Filipino filmmaker Jun Robles Lana has bagged the Best Director Award for his 12th feature film “Kalel, 15” at PÖFF|Tallinn Black Nights Film Festival, that also brings him a grant of 5000€. The film had its world premiere in the Estonian capital where it was screened in the official selection marked by a very strong presence of Asian films. In their statement, the jury quoted, among other, Lana’s ability to make a passionate and concerned film about lives we never see in the West.

Kalel, 15” is screening at Tallinn Black Nights

This image has an empty alt attribute; its file name is anotherlogo.png

When he gets diagnosed with HIV, the 15-year-old Kalel (Elijah Canlas) is with his mother Edith (Jaclyn Jose) who is more concerned about what the neighbours would say if they found out than about her son’s health. Riding back home on the coach, the boy is sitting silently through a wave of his mother’s insults, refusing to answer any of the questions. As the story progresses, it will become obvious why. His home is not a comfort zone, and the space is invaded by mother’s countless lovers and sister’s drug-addicted boyfriend Danny (Cedrick Juan). Also, the workspace – a small family street restaurant is populated by the same tensions: not counting the hard work, there are jealous fights between lovers, bad jokes and booze-inflicted conflicts. On top of all the hardship, Kalel is the illegitimate son of the priest George (Eddie Garcia) who is serving in their archdiocese. As a catholic priest who’s supposed to live in celibate, George can’t take over the role of Kalel’s father and their contact is limited to confessions in the church or “emergency” visits when something unexpected happens.

Still under shock after visiting the doctor, Edith summons George who also isn’t gentle with words. His questions pierce through the air with a homophobe poison. And although Kalel is not seen in any type of sexual contact with men and he even has a girlfriend, there are clear hints at his homosexuality: selfies of his naked torso and his pretty boyish face that get shared over the social networks provoke responses in flirty-, or directly sexual messages from his male “fanbase”.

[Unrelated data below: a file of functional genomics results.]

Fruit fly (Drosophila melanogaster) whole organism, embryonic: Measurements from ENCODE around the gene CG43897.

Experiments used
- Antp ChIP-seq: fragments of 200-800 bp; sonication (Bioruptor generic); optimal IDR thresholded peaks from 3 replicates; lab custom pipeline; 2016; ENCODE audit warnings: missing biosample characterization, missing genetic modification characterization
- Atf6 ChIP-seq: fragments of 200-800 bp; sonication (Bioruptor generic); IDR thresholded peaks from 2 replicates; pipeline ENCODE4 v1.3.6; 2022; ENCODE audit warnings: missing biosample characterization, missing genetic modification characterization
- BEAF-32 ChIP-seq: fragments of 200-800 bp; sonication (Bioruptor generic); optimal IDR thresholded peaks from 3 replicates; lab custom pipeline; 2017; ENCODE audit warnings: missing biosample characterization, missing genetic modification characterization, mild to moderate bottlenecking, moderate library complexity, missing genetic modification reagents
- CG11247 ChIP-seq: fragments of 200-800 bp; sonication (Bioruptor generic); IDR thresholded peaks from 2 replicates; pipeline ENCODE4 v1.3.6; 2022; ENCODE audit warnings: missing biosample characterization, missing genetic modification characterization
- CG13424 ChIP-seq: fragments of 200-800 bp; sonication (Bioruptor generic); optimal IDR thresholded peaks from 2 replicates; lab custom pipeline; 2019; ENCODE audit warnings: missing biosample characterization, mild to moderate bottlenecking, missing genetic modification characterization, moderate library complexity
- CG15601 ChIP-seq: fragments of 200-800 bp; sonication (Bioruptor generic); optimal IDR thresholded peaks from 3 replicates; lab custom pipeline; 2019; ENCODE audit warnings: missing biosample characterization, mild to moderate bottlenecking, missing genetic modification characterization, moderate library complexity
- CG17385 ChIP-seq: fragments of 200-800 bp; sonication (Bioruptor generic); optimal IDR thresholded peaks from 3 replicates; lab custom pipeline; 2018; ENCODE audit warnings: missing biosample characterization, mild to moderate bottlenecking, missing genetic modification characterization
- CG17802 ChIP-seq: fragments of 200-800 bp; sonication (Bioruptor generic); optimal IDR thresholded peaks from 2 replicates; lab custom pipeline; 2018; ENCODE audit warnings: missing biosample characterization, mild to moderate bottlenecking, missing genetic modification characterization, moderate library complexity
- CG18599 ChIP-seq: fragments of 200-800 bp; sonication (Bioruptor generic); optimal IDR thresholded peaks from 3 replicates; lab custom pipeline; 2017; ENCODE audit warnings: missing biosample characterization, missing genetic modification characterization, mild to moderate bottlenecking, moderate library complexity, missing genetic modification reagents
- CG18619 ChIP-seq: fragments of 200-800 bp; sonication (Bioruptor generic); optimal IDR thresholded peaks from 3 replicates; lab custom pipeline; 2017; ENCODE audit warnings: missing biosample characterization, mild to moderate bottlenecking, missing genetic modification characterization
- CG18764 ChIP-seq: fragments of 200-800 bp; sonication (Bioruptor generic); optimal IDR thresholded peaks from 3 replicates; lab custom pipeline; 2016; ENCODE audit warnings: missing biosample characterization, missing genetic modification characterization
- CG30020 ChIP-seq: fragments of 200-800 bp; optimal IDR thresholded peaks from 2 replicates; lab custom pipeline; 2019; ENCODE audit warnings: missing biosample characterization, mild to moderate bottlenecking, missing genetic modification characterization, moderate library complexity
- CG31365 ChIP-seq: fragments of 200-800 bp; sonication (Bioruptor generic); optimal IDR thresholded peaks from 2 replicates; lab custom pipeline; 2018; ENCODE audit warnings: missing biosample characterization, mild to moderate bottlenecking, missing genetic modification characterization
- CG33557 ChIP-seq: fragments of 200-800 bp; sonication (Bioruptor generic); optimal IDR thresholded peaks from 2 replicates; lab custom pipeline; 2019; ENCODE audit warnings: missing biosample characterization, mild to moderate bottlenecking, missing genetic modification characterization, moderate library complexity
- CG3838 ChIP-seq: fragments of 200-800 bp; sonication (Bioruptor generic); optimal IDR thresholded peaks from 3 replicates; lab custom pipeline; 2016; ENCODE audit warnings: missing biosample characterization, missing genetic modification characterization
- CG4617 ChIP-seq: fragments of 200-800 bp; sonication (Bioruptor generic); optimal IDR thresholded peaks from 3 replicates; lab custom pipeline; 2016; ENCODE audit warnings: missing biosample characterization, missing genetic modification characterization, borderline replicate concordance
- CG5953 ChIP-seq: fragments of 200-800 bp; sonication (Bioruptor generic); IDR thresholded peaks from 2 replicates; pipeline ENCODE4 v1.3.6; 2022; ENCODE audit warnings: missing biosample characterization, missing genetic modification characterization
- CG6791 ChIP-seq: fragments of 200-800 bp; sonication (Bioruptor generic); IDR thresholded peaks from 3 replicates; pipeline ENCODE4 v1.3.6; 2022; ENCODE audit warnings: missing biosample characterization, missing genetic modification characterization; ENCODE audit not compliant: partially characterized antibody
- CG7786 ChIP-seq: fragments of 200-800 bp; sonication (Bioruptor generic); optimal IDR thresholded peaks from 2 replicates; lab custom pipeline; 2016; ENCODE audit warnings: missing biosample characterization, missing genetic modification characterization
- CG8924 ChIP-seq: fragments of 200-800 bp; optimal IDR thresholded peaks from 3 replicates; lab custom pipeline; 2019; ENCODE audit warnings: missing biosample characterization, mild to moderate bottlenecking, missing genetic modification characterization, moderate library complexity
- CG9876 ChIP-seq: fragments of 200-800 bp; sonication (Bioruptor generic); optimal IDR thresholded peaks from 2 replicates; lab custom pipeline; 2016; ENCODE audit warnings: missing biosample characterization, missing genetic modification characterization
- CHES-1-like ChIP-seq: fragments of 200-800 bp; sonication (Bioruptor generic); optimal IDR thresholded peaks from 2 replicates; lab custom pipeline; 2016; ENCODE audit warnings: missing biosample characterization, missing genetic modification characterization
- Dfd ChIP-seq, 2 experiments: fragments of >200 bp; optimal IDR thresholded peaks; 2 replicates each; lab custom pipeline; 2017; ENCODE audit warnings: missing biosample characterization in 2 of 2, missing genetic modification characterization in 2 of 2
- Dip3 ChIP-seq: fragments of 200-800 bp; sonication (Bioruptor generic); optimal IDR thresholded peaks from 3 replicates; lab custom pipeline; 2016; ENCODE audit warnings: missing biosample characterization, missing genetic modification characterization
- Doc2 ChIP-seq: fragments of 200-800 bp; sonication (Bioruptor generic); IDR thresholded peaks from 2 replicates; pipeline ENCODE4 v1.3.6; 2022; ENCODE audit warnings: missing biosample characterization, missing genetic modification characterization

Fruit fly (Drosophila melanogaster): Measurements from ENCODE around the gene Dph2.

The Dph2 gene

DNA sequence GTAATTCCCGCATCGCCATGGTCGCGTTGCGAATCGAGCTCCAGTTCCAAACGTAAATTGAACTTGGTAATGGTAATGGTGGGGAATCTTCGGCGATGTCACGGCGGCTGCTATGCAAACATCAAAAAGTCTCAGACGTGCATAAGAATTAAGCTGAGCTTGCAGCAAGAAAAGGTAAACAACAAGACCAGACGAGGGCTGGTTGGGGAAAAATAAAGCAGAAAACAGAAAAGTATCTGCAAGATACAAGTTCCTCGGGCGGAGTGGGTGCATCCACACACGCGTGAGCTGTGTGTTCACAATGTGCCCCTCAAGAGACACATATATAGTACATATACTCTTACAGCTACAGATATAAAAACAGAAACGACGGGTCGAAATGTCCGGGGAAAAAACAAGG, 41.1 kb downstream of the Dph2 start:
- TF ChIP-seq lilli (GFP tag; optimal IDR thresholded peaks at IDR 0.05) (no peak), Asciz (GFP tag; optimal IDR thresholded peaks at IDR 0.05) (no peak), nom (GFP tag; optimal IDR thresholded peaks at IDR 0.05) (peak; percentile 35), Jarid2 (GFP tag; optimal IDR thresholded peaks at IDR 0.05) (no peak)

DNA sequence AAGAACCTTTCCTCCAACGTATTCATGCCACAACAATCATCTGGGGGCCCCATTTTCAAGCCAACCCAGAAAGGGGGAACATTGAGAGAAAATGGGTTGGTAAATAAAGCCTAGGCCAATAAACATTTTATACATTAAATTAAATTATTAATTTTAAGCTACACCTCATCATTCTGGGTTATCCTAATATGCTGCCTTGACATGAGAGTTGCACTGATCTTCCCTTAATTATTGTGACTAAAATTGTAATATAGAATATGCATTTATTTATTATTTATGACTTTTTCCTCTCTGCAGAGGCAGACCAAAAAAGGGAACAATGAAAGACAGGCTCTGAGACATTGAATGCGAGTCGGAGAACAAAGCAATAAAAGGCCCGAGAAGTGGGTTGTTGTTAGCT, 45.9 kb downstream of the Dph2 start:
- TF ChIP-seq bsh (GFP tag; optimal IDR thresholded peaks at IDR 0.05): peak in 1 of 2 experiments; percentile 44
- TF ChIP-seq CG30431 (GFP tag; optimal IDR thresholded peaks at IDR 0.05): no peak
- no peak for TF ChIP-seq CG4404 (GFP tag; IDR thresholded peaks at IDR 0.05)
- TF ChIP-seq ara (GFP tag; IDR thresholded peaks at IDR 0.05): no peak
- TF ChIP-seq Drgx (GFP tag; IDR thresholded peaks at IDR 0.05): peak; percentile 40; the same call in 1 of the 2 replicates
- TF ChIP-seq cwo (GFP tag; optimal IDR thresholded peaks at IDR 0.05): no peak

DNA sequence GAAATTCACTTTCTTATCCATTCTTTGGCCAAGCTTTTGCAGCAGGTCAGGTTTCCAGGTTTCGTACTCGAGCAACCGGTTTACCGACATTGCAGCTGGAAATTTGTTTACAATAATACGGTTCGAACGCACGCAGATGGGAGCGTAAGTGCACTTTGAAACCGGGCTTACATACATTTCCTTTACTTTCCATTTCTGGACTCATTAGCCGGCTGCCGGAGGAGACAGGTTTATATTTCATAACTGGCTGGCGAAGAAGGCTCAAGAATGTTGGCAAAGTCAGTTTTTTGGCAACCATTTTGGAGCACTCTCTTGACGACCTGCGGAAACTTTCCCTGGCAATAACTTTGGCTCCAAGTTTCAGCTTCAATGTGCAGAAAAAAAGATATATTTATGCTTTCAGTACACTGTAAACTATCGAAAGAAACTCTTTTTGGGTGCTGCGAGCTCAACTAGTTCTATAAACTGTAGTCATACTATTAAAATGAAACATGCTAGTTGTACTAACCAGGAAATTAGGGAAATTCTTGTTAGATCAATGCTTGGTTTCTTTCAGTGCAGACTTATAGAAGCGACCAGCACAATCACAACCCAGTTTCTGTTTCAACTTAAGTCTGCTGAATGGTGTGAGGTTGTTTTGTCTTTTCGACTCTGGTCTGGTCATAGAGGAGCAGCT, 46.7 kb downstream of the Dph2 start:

Pressured by two big secrets, Kalel spends time with his schoolfriends who practically know nothing about his life. Sex (with girls) is the talk of the all-male group and Kalel knows how to play his game. He doesn’t just talk the talk; he’s walking the walk. Kalel has an alibi girlfriend called Sue (Gabby Padilla) deeply in love with him and therefore perfectly capable of recognizing that something is not right. The drama starts when she decides to bite Kalel’s lip and to suck his blood, unaware he’s infected with HIV.

In the closing credits of “Kalel, 15” Jana addresses the fast-growing HIV epidemic in his country, which according to statistics is the largest in the Asia-Pacific region. Unlike western countries where the numbers have been progressively sinking since the turn of the century, the number of new infections among the young people in the Philippines keeps rising.  The final sentence of the epilogue: “There are countless more who refuse to be tested for fear of stigma and discrimination” is the written verdict on Kalel’s filmic destiny.

The boy is left alone to fight the disease and the eviction after his mother had run off with her boyfriend, and all his friends had turned their back on him, spreading the rumor about his condition in the school.

Jun Robles Lana paired again with his director of photography of his earlier six films (including the multiple-awarded “Bakwaw” from 2012) Carlo Carlas Mendoza, choosing for the first time black & white photography which strangely fits like hand in glove in this contemporary, gloomy drama. Facebook is bloodless just like everything else in the real world, chatting on social media is just grey letters running over screen, love and sorrow have the same colours. It’s a world of many shades of grey.   

“Kalel, 15” is a social drama that addresses several issues at the same time: the stigma surrounding HIV, the carelessness with which the youth in the Philippines approaches sex, the heavy-weight consequences of growing up with a troubled parent and the Christian double moral.

Jun Robles Lana has shot the film based on his own script, and it’s an accomplished piece of writing with very little to complain about, except that the bridge between the dysfunctional family members is built only half-way. Strangely enough, film’s narrative doesn’t get damaged and the holes are being patched by the interesting framing and excellent ensemble cast, particularly concerning the choice of Elijah Canlas for the titular role.